Ozone Delta 3 ML
Ozone has finally released their Delta 3 certifying it as a C glider without collapse line. The glider stays as the older version with 6 aspect ratio, with all unsheathed lines .
Launching the ML at 100 all up, showed a very easy inflation without any hang back or surge.
I’ll try to show in the following test the difference between the Delta 2 ML and the new Delta 3 ML with some reference C gliders. In June I’ll receive the MS and will hopefully comment on it.
In the air, the Delta 3 ML feels more comfortable to fly than the D2 ML . The structure feels very taught and compact overhead. The handling and the way to turn the glider is also improved on the Delta 3 ML but there a little bit of less feedback through the risers. The brake travel could be described as a bit medium to hard in pressure and moderate to short in reaction.
The pilot has a nice authority on the brakes with fair precision and good agility. The pressure is slightly heavier and slightly less linear if i want to compare it to the Rush 4 for example.
The Delta 3 ML was tested for four consecutive days, in turbulent choppy conditions and sometimes ‘spaghetti’ style conditions. I flew also next to the Delta 3 ML with a Cayenne 5 XS (80-95) and a Trango X-Race MS (80-100) in order to place and see the Delta 3 potential in terms of comfort, efficiency, and overall performance.
In turbulent conditions, the Delta 3 ML showed me a high degree of comfort in turbulent air. I think this glider is built to give maximum comfort for the C category pilots. I can place it easily near the Sigma 8,9 and the Elan 1 in terms of comfort feel. In strong thermals the Delta 3 needs control as a moderate C glider.
The sharp surges and movements that were in the Delta 2 are now gone, and replaced with a ‘smooth’ glider that pulls into thermals in a soft way even in strong ones. Usually some reference C gliders has some pitch movements before entering rough thermals. The profile used on the Delta 3 is one of the most efficient one for its ability to ‘slide’ into the airmass quite efficiently. And that’s the strongest point on the Delta 3.
Climb rate in very weak ‘smooth’ thermals was the Delta 1 strong point. i still remember the leading edge biting through those tiny lifts especially on the MS size.
The Delta 3 leading edge is tamer on those super weak thermals (+0.2 m/s) With little information through to feel that surge. I can say that an LM6 or a Delta 2 similarly loaded could be slightly floatier in those tiny thermals.
The Delta 3 will hover a bit in the same position waiting for that (+0.4 m/s) to hook in and climb rapidly.
Now, in difficult and turbulent conditions climbs on the Delta 3 are clearly seen as the D3 goes upward on every bubble ! The ability to cut through rough air and climb efficiently is as i described above clearly showed on the Delta 3. The leading edge doesn’t pitch back at all, and it doesn’t have a neutral pitch either.
It has a very slight smooth pull into thermals, even in rough ones with an excellent comfort underneath and a very efficient climb.
Glide in calm air and in moving air :
Doing some glides ‘in calm air’ with the Delta 3 ML loaded at 105 next to a Mentor 5 S, Cayenne XS, Trango X-race gave me the following result.
The Delta 3 ML has a very slight edge or the same glide angle at trim as the Cayenne 5 XS. (I don’t have a Cayenne M available).
The Cayenne 5 XS loaded at 94 at 800 ASL, is now at full speed. Next to it the Delta 3 ML at 105 has a better glide angle probably (±0.3 ) in L/D at the same speed.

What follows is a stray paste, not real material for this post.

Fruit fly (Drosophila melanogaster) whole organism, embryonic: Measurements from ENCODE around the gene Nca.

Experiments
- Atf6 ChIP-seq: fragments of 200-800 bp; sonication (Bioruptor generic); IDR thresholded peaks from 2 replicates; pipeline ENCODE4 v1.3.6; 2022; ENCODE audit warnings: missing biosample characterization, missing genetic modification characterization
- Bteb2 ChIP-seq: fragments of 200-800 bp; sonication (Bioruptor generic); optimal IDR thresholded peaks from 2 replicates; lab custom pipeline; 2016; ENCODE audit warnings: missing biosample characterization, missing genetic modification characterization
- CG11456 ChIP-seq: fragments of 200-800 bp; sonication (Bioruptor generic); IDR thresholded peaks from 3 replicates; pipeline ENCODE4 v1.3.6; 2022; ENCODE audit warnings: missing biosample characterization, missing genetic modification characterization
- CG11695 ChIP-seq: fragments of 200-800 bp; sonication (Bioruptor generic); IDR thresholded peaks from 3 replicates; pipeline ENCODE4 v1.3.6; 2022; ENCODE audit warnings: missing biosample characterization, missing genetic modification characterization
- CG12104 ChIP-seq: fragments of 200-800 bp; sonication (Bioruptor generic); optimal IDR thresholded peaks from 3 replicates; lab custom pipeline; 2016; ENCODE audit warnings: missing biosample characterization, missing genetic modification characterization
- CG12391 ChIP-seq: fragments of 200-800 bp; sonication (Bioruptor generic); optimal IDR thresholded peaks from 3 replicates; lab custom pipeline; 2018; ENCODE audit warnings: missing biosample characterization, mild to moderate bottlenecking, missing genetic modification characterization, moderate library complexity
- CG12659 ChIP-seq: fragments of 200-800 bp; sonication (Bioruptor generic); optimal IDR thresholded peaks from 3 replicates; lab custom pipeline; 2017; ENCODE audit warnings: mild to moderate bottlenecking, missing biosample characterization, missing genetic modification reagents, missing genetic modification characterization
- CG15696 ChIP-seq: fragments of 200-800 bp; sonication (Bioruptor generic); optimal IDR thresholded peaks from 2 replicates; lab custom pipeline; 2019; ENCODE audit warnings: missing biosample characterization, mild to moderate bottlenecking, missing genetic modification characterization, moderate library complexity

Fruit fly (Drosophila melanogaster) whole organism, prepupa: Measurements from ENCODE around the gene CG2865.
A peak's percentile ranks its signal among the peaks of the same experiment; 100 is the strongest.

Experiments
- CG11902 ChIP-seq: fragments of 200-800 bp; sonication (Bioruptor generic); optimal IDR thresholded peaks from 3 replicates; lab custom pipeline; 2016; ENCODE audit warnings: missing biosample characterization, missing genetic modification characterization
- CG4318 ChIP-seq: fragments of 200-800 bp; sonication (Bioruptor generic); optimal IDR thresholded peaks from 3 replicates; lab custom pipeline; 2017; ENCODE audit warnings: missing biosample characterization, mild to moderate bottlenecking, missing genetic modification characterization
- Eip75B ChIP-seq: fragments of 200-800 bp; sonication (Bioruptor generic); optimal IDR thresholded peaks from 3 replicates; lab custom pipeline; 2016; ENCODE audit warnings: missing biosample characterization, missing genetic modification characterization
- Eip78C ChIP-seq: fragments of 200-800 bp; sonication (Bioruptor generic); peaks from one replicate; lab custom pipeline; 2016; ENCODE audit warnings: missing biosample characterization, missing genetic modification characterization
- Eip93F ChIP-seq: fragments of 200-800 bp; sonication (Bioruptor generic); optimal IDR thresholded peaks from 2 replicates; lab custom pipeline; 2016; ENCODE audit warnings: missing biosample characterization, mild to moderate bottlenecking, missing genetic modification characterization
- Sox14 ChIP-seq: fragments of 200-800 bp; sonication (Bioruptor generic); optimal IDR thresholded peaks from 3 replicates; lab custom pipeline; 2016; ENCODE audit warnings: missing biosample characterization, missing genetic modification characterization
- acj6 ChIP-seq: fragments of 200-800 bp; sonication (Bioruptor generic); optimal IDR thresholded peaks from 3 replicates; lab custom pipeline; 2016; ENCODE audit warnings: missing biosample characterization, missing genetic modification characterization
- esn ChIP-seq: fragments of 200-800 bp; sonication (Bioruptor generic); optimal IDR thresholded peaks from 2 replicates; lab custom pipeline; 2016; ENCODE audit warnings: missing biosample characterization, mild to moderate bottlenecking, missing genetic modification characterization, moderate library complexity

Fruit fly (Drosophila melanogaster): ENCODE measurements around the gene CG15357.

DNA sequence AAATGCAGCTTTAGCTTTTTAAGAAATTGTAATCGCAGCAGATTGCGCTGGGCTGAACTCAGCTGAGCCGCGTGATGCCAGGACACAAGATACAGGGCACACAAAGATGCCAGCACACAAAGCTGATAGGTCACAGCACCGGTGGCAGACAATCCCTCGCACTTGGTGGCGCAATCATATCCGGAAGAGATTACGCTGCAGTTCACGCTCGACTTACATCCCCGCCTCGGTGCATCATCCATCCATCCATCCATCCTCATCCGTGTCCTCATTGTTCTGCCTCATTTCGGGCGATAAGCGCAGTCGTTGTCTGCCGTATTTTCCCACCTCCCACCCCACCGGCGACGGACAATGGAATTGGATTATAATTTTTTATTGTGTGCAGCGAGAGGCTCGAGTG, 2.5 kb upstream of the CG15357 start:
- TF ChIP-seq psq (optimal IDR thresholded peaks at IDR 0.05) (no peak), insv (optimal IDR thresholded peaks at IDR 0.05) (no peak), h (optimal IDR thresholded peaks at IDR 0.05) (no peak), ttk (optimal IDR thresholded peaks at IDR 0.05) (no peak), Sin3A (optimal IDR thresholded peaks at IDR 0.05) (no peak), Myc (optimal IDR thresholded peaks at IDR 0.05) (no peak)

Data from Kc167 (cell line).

The Delta 3 ML has more 4 cm pull to reach its top speed which showed me afterward a 16 km/h over trim. The pressure is similar to the Delta 2 and the top speed is fully usable. In turbulent air its easy to control the glider by the C risers. It’s not a Zeno in that matter, and the leading edge at full bar isn’t also as solid as the Zeno one. Back off 3 cm of travel, and surf turbulent air in a super cool mode !
Glide in moving conditions, showed me many times the Delta 3 ML ability to surfs the air efficiently and move upward. I’m totally convinced that the Delta 3 will be a strong tool to race on ridges going on long XC days. For example gliding next with a Mentor 5 showed a similar glide angle on the same line staying super close. But when the conditions are moving with lifts, the Delta 3 began to surf upward even though i was very close behind on the same line. Of course , the M5 is a B, but i’m just trying to show when those differences occurs.
The Trango X-race is much more demanding fly, and also has slightly more overall glide and climb performance. The advantage the Delta 3 has is the ability to turn quickly into strong small bubbles that the Trango X-race would need slightly more time to settle in before going on a turn. Surges are converted quicker into climb on the D3.
I just wished that the delta 3 had that subtle and linear handling found on the Trango -X-race, but the Delta 3 just turn on command.
The difference between the Delta 2 M and the Delta 2 MS in handling was noticeable. So i’m waiting for the Delta 3 MS size to see what it will feel like.
Ears are stable ,but don’t open by themselves.They need a good pilot input to re-open them.
Induced asymmetric collapses are a child play ! Holding the A riser i could easily fly to the other side just by pulling 5 cm of brakes or even turning my head …When the glider is half closed, the sink doesn’t increase much…
In keeping the aspect ratio of 6.0, It was clear enough that Ozone wanted to offer a comfortable, easy to use, efficient XC glider. The new profile used on the Delta 3 works well in turbulent conditions.
The overall gliding performance is slightly increased over the Alpina 2 but more when using the bar. The quality of efficient flying is well improved, letting the pilot concentrate on the scenery, task, and their XC routes.